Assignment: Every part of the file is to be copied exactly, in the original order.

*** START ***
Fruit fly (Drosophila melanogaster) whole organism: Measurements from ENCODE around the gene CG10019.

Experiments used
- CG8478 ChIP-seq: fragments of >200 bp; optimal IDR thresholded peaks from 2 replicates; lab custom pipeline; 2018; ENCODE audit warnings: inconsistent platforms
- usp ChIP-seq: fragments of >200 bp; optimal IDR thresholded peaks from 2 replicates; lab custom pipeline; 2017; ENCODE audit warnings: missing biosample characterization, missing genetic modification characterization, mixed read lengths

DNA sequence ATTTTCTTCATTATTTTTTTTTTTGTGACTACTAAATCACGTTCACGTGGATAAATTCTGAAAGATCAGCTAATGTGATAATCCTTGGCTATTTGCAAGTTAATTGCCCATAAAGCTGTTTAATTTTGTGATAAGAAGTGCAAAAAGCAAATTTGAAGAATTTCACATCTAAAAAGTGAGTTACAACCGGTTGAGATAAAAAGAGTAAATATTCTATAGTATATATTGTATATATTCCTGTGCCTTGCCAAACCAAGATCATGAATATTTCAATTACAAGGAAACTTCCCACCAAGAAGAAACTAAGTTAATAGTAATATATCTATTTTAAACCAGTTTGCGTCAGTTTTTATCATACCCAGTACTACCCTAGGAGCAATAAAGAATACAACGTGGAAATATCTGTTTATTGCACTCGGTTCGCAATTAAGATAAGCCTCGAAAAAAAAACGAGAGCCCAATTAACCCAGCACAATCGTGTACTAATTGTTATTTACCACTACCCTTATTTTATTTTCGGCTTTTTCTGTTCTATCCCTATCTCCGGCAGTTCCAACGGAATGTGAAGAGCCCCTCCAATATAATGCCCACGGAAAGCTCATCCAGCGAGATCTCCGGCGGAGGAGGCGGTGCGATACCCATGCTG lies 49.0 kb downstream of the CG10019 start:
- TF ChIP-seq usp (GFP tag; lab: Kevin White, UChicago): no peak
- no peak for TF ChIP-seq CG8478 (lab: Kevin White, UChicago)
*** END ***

Fruit fly (Drosophila melanogaster) whole organism: Measurements from ENCODE around the gene CG10019.

Experiments used
- CG8478 ChIP-seq: fragments of >200 bp; optimal IDR thresholded peaks from 2 replicates; lab custom pipeline; 2018; ENCODE audit warnings: inconsistent platforms
- usp ChIP-seq: fragments of >200 bp; optimal IDR thresholded peaks from 2 replicates; lab custom pipeline; 2017; ENCODE audit warnings: missing biosample characterization, missing genetic modification characterization, mixed read lengths

DNA sequence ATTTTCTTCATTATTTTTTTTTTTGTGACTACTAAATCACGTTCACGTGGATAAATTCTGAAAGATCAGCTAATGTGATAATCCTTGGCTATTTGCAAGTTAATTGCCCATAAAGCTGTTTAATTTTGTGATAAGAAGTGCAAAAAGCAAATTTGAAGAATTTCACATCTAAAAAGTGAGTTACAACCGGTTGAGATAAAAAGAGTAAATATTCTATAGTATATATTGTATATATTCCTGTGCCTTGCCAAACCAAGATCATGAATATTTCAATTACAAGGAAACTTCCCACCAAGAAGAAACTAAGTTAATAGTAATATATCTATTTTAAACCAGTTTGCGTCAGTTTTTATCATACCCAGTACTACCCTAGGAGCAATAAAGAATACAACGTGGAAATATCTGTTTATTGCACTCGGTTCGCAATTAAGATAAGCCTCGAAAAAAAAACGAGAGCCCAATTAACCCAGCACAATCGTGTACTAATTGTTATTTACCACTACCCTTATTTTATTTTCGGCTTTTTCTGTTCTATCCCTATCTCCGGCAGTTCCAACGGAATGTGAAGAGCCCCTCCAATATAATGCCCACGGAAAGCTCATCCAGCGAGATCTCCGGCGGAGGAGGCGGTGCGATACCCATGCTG lies 49.0 kb downstream of the CG10019 start:
- TF ChIP-seq usp (GFP tag; lab: Kevin White, UChicago): no peak
- no peak for TF ChIP-seq CG8478 (lab: Kevin White, UChicago)